|Mindfulness Trauma Mind/Body Alan Sroufe William Doherty Couples Therapy Men in Therapy Challenging Cases Linda Bacon Clinical Excellence Clinical Mastery David Schnarch Gender Issues Attachment Theory Future of Psychotherapy Great Attachment Debate Ethics CE Comments Diets Anxiety Attachment The Future of Psychotherapy Mary Jo Barrett Brain Science Community of Excellence Etienne Wenger Symposium 2012 Narcissistic Clients Couples Wendy Behary|
|Finding the Pulse - Page 5|
Just as infants piggyback on the nervous systems and brains of their primary caregivers, our clients piggyback on our physical self-regulation and capacity to contain whatever intense feeling and emotion emerges during the session. Our clients aren't going to be able to ground themselves and regulate their own arousal if we can't regulate ourselves. We need to be able to be aware when we're beginning to get emotionally and physiologically reactive, and find the means to rebalance ourselves, so as not to lose our capacity to remain calmly and empathically present.
Years ago, a client and I were having what I thought was a lively exchange about something—I can't remember the subject matter at this point—but I was apparently rather energetic on my end of the dialogue. At one point, when there was a pause in the action, my client leaned forward a bit and quietly asked me if I'd mind putting on my seat belt. I had an immediate experience, in my body, of how much I'd been leaning forward and of how much energy I'd been putting into our conversation. Since then, I've always had a strong physical sense of when I have my seat belt on and when I'm starting to lose it. When I get a physical awareness of putting too much energy into my end of things, I know it's time to self-regulate.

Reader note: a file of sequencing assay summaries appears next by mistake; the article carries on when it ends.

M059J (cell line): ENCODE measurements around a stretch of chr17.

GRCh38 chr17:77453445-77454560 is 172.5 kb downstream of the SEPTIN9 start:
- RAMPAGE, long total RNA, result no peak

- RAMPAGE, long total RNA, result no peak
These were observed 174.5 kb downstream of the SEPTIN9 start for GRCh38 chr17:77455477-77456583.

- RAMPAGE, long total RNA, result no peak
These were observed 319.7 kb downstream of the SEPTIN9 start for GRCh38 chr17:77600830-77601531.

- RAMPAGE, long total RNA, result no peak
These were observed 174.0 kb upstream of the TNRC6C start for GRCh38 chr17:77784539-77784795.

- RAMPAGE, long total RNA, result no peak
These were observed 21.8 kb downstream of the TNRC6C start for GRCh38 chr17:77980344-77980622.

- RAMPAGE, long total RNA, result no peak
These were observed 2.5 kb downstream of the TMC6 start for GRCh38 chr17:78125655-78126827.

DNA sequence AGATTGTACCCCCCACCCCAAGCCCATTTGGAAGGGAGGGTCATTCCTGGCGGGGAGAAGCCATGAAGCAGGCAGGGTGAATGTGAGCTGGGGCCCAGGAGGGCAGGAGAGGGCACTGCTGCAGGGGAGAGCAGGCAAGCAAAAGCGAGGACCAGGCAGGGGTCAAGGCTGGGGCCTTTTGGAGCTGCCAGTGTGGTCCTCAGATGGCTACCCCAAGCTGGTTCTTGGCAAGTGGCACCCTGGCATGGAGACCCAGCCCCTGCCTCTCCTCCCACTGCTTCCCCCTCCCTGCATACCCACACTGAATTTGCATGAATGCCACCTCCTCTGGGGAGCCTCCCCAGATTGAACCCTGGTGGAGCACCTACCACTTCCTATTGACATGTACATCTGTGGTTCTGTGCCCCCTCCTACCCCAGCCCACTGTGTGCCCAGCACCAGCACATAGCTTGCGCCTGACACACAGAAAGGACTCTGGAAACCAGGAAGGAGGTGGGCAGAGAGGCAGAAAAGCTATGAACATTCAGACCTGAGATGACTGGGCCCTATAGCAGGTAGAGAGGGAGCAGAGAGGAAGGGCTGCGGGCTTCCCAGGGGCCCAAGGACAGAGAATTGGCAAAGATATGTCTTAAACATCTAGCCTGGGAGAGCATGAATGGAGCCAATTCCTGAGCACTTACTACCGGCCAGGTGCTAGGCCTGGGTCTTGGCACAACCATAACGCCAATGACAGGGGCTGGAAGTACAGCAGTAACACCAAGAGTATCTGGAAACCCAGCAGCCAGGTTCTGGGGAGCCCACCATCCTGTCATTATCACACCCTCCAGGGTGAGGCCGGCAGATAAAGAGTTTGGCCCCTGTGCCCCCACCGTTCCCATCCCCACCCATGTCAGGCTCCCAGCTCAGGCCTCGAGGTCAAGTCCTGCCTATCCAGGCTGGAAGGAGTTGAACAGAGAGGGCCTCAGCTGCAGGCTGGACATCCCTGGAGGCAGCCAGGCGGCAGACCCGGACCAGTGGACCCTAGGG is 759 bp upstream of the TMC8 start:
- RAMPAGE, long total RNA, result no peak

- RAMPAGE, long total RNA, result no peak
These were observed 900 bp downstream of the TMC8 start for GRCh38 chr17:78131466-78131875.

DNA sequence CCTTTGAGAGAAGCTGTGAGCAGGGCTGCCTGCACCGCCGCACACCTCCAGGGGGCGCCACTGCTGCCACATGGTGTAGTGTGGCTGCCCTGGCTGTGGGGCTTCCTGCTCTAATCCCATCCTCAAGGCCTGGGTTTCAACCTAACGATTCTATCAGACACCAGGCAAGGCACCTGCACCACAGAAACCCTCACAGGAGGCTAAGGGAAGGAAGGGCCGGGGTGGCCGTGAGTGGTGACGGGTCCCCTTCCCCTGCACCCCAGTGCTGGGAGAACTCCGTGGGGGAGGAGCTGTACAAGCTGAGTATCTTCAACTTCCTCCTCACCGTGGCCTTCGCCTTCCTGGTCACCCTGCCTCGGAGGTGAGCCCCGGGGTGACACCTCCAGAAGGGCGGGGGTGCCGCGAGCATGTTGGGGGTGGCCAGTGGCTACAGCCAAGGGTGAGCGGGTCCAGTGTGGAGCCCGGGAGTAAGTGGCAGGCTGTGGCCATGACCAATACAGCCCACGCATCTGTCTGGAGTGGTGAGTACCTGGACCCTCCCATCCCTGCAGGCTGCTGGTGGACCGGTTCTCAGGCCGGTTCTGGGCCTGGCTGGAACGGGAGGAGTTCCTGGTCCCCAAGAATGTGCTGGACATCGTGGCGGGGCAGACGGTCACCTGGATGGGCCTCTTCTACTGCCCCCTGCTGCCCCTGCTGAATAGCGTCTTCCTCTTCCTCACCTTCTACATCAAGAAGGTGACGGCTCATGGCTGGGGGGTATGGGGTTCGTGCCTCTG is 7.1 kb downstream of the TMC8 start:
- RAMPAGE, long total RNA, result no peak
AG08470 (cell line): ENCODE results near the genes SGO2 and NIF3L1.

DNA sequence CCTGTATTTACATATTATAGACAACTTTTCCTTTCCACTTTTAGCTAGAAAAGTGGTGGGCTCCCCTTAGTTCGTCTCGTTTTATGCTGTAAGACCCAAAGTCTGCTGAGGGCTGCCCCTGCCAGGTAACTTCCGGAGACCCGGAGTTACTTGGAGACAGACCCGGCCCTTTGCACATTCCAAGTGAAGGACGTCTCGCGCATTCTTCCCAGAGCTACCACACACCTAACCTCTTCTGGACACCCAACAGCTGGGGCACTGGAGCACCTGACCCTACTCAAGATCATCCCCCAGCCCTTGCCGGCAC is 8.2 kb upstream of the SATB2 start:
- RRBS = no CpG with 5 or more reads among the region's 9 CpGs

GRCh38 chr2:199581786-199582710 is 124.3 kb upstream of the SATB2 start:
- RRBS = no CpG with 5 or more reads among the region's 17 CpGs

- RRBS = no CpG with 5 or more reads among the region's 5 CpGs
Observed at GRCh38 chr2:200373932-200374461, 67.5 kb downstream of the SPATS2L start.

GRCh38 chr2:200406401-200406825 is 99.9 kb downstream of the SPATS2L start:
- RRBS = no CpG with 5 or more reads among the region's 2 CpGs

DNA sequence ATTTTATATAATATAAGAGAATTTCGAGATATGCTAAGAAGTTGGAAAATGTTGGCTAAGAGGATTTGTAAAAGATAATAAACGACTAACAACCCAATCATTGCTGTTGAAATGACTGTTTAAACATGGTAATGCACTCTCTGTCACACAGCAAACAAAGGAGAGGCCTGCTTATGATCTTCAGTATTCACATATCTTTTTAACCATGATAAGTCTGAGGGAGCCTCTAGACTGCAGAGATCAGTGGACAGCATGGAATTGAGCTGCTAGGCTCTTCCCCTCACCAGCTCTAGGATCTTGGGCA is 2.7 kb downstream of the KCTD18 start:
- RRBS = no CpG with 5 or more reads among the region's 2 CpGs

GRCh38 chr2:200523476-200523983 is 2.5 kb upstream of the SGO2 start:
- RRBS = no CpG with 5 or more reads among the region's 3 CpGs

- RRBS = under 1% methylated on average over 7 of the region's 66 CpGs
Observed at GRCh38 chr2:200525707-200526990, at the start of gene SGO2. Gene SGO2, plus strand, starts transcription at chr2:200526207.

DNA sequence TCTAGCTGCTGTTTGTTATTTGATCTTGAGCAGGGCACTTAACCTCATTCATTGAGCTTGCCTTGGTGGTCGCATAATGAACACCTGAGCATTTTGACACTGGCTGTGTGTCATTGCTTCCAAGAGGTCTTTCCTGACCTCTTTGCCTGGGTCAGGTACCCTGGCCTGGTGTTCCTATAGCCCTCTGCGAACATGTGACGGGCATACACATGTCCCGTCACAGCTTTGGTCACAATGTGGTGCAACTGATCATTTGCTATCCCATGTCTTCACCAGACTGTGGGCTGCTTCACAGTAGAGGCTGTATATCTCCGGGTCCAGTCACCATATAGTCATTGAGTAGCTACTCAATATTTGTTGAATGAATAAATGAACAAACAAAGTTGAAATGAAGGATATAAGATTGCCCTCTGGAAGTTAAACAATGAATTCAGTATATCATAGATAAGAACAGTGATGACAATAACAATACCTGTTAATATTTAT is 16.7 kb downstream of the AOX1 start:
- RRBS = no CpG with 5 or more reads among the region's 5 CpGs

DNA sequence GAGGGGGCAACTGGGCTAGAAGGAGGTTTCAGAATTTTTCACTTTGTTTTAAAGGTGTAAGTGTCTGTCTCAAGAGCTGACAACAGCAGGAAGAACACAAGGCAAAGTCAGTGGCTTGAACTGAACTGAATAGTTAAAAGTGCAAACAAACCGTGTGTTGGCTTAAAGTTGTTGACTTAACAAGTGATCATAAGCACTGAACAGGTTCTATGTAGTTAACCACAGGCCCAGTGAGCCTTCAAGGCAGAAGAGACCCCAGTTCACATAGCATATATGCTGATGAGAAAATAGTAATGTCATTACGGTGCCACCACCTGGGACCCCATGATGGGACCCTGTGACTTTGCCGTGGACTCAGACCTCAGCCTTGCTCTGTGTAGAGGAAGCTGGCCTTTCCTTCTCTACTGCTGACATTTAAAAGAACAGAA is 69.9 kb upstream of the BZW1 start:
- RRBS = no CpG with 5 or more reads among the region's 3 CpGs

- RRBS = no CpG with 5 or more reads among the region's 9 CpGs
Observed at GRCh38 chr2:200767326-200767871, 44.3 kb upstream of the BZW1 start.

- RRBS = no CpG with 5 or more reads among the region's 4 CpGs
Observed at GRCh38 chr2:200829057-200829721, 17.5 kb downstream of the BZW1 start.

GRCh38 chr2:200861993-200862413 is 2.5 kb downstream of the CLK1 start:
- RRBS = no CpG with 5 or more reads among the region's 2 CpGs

Whenever I find myself "losing my seat"—not feeling physiologically or emotionally grounded—during a session, I take a moment to feel the support of the chair I'm sitting on. Then, I focus for a few moments on my breathing. For me, breathing into and out of my heart space is a good way of settling down quickly. I know I'm back on track when I get a sense of solidity and spaciousness inside. The process of returning to regulation is different for each therapist, but the important thing is to have a regular practice for settling yourself that works for you reliably.
Taking time is the key to doing any kind of body-based therapy. Peter Levine, the founder of Somatic Experiencing, says that when an important emotional shift happens, it's important to allow time for the client to process it thoroughly. In fact, it's impossible to allow too much time—when you think you've taken enough time, take even more.